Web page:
Based on that statement, you're probably the only one on here that spends a significant portion of money on yeast. 95% of the time I just make a yeast starter from whatever I fermented last. This costs me about 10 cents in lemon juice and sugar to do. I went about 5 years once and made about 60 batches of wine without buying a single packet of yeast along the way.

Another very important tip to remember that also applies to breadmaking:

If you double or triple a recipe, in the vast majority of cases you don't need to double or triple the amount of yeast.

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Post by Jeremy » Tue Nov 14, 2006 11:56 am

tomslik wrote:I am SO suprised that not more people here know more about this. Yeast may not be overly expensive buit I would say that it has a fair portion of the dollar amount spent to make the product. I only know theory and it was my understanding that yeast needs oxygen and nutes to live and it is in an anaerobic(living in the absence of air or free oxygen) environment that it needs sugar to survive(in place of the oxygen)...this is how we get alcool. So nutes, airation and yeast SHOULD = more yeast. Do I have to experiment at this too! I will read that link...
The yeast do different things aerobicly and anaerocially. They cannot do both at once. It can hurt your fermentation if oxygen is added any other time than when the yeast is pitched.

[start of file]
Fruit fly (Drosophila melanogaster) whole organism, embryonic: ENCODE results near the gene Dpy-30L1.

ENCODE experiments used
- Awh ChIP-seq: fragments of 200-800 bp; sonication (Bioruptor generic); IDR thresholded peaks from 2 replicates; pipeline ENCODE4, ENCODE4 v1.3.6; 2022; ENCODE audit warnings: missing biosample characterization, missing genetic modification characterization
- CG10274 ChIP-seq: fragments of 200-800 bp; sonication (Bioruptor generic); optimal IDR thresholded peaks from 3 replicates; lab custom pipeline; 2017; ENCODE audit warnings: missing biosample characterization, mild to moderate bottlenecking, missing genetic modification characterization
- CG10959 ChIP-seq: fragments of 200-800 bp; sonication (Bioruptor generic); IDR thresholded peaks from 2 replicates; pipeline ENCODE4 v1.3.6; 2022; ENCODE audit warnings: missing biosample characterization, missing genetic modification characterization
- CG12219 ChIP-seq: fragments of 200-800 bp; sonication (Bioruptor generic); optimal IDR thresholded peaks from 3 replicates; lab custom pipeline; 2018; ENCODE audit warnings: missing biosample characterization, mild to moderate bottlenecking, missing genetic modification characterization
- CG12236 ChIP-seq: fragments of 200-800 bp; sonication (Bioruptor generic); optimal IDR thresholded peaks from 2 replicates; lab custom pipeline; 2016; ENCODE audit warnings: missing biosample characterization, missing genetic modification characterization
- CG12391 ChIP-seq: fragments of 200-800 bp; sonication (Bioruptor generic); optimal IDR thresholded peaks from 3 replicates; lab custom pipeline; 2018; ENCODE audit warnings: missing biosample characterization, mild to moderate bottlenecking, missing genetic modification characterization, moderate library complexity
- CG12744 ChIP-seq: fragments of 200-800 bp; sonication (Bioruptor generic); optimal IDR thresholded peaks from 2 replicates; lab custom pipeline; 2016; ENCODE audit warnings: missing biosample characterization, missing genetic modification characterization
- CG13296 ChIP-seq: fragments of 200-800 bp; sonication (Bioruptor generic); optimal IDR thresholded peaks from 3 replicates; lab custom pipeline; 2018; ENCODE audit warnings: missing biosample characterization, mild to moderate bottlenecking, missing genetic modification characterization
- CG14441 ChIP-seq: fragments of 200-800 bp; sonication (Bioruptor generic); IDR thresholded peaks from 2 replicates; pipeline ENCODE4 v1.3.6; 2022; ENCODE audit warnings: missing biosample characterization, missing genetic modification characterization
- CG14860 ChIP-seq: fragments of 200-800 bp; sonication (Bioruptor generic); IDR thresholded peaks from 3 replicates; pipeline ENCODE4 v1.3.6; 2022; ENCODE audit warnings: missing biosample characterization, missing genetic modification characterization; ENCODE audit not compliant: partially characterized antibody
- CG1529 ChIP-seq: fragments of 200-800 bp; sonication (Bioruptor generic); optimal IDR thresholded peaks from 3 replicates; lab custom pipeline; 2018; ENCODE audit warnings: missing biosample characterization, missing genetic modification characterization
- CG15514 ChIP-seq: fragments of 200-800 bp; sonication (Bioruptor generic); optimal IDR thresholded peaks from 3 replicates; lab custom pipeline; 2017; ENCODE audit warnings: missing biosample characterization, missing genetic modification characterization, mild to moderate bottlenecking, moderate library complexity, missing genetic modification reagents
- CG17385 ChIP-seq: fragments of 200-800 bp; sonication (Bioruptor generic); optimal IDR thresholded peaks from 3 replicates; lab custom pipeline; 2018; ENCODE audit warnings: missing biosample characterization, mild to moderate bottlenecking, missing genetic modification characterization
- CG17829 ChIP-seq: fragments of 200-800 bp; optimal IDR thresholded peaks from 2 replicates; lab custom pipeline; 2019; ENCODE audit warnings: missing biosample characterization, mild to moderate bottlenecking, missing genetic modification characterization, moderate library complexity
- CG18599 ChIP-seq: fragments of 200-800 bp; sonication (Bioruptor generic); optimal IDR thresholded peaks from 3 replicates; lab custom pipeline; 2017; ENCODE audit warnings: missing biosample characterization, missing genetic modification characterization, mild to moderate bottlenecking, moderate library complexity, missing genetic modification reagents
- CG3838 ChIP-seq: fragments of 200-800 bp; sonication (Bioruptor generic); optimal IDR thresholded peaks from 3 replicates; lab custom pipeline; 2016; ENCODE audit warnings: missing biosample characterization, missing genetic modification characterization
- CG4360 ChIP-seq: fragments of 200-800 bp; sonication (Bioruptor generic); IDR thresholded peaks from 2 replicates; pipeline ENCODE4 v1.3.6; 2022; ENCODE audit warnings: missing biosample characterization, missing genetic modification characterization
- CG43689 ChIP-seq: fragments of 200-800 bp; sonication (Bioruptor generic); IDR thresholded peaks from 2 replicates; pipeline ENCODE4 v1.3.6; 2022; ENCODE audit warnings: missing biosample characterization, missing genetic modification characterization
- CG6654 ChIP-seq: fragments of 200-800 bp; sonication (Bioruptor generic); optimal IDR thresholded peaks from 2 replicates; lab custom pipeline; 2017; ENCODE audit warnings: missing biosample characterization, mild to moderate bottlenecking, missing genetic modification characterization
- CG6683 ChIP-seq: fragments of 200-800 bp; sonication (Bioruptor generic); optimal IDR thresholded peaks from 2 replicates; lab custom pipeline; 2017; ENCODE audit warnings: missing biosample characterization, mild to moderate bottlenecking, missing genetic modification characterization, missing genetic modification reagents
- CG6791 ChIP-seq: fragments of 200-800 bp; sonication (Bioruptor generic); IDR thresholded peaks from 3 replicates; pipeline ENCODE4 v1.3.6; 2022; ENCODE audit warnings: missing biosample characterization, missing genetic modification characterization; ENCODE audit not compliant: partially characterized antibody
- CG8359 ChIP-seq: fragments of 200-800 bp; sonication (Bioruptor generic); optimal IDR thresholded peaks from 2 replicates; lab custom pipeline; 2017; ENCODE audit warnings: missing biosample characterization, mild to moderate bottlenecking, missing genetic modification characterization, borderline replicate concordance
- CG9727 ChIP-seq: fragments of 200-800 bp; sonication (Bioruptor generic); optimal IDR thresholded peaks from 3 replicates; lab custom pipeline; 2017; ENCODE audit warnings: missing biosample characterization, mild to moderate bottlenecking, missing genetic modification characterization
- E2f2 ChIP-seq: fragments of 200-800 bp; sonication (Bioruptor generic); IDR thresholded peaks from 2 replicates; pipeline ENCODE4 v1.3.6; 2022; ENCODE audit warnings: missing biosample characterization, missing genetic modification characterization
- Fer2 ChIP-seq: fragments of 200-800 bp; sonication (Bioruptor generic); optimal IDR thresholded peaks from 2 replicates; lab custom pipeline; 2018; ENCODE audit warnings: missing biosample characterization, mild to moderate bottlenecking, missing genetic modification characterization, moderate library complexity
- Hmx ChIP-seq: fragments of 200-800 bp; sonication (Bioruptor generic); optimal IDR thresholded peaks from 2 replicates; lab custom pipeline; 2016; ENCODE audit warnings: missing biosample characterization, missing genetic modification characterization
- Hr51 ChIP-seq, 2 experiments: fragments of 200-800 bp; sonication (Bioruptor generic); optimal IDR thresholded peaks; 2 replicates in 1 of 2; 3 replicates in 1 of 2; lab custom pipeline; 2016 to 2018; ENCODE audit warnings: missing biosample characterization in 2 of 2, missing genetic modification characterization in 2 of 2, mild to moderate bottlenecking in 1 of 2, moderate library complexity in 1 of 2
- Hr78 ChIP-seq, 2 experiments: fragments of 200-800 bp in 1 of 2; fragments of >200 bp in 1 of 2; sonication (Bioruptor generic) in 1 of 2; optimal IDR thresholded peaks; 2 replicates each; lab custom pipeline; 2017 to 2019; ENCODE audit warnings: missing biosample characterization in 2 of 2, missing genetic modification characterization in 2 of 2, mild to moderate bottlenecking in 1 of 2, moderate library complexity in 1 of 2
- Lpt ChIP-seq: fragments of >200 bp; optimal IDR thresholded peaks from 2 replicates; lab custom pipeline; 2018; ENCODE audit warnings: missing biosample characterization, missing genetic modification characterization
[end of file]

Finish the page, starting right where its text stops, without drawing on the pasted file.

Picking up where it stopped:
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Post by pintoshine » Mon Nov 27, 2006 8:02 pm

The beer guys got the distiller guys beat when it comes to yeast. I guess they get bored with no equipment to play with.

Realizing that we are making hopless(not hopeless) beer(wash) to purify, and also realizing that great wash makes great booze, maybe there are some good lessons here.

http://www.amazon.com/New-Complete-Joy- ... F8&s=books
This book "The New Complete Joy of Home Brewing" Second Edition, has a great short chapter on culturing yeast.

This is one of my personal favorites:
http://hbd.org/brewery/library/yeast-faq.html

http://www.epa.gov/ttn/chief/ap42/ch09/ ... 9s13-4.pdf
This document from the EPA gives a very good description of the industrial processes used to produce bakers yeast.

For a real production description try this one.
http://www.dakotayeast.com/yeast_production.html

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Post by grunther777 » Tue Nov 28, 2006 12:34 pm

tater wrote:why dont ya try search on fourm instead of wining.Might find answers to your questions .http://homedistiller.org/forum/viewtopi ... 82&start=0